>… Out Like a Lamb? Not hardly…
March is nearly done. End of the Quarter. Beginning of Spring. And so on. To quote the great sage Ferris Bueller, “Life moves pretty fast. You don’t stop and look around once in a while, you could miss it.”
Of course, there are choices that have to be made sometimes. Weighing the lesser of two evils or – if you are lucky – the greater of two goods. The more I go down the path of beer writer/blogger/advocate the more choices I am presented with and the more opportunities. And with those choices come compromises. Balancing those against a regular job and family life and just general responsibilities can be a daunting task. But undaunted, I press on.
A lot is going on in the world of Craft Beer these days. New breweries opening, long-standing ones being sold, and new offerings appears on shelves. Distribution is increasing and beers previously unavailable in certain markets are suddenly there. Fellow beer writer Ken Weaver described the craft beer situation in America these days as “an embarrassment of riches”, and I have to agree. And its one of those times you have to be happy about being embarrassed. Here in Florida, the news is encouraging. More craft breweries opening up, more events being held, and more beers are becoming available. In fact, the shelf-space is becoming limited for all the new stuff coming in, and buyers are having to make choices about what to stock! A good problem to have, I suppose, but it got me thinking.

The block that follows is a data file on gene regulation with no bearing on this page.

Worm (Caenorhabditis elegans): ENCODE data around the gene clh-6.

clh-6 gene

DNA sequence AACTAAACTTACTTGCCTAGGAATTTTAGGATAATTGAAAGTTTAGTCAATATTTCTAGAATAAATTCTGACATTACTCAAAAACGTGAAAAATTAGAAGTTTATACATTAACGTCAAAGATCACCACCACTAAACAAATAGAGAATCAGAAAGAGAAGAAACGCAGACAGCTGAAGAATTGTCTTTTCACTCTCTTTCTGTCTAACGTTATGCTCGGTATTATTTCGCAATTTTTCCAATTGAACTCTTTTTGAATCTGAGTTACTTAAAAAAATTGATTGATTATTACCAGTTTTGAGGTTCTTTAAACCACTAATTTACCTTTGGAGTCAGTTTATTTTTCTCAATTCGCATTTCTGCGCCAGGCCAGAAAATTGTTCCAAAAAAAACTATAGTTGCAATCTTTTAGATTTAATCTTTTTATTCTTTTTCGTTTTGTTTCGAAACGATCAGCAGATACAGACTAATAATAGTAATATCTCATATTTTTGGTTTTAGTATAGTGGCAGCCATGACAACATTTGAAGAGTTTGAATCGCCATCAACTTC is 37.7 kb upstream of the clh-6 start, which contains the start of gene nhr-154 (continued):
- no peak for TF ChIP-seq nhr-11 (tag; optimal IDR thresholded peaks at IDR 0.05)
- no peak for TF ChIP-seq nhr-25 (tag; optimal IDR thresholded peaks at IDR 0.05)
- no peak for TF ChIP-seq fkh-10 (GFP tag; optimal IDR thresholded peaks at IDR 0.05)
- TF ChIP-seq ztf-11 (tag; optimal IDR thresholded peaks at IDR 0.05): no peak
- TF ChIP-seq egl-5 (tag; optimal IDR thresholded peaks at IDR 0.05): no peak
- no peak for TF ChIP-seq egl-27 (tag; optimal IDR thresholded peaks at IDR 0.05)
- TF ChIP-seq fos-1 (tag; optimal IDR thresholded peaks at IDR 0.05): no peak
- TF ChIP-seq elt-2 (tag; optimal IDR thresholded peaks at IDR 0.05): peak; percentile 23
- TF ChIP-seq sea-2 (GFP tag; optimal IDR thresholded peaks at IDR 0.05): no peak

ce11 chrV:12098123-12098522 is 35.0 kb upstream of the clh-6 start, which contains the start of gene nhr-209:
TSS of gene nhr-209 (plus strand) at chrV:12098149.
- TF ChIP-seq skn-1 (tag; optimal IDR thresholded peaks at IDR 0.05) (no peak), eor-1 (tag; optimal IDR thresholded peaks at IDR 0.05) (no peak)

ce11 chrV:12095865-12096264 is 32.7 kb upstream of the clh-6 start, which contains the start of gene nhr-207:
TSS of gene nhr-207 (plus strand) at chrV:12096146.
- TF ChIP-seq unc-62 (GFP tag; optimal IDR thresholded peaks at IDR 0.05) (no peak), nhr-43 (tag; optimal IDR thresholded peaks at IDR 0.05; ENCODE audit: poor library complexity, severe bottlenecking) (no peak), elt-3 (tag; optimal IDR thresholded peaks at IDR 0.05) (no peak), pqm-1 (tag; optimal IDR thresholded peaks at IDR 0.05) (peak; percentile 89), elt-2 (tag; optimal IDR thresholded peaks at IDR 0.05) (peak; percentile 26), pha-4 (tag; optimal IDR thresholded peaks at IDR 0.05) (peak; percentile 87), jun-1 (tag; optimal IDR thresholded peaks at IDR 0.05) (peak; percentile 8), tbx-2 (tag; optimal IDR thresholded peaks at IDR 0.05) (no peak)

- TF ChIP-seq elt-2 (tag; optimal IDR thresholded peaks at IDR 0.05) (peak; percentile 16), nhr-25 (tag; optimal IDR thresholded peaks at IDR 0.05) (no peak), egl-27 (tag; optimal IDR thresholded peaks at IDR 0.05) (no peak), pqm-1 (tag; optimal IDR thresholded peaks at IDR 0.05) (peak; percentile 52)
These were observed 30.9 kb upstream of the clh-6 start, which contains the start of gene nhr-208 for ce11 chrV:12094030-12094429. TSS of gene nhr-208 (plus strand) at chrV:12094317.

Is there a peak that we might reach where there is TOO much craft beer out there? How much will the market bear? According to studies and reports I have read recently, the craft beer industry increased sales over the past few years while macro-beer sales have fallen. In fact, the craft been industry is one of the few that have actually grown in this uncertain and unstable economy. If you think about market share, we still have a LOT of room to grow. But how does that growth happen and what does it look like? Does it mean more production from the current breweries? More breweries opening up? Larger and more far-reaching distribution? More local consumption?
The future of the industry is unclear, bu not uncertain. I don’t think there is much that could stop the increasing momentum short of another Prohibition, and all signs point to the opposite happening. Greater acceptance and understanding of craft beer is taking hold, and it is also being recognized as a stable and positive economic addition to any local market. More and more craft beer is moving up the ladder of respect, and the brewers recognized not only in their niche but in a larger capacity as business people and artisans.
The coming months should prove to be interesting and exciting ones. I have been invited by the brewer of a yet-to-open brewery to sample some of his recipes, asked to help organize a craft beer pub crawl downtown, and expect to attend a few special events in the area. Things are happening in St. Petersburg and Tampa Bay, and all of it good!
Now… what beer to serve with lamb…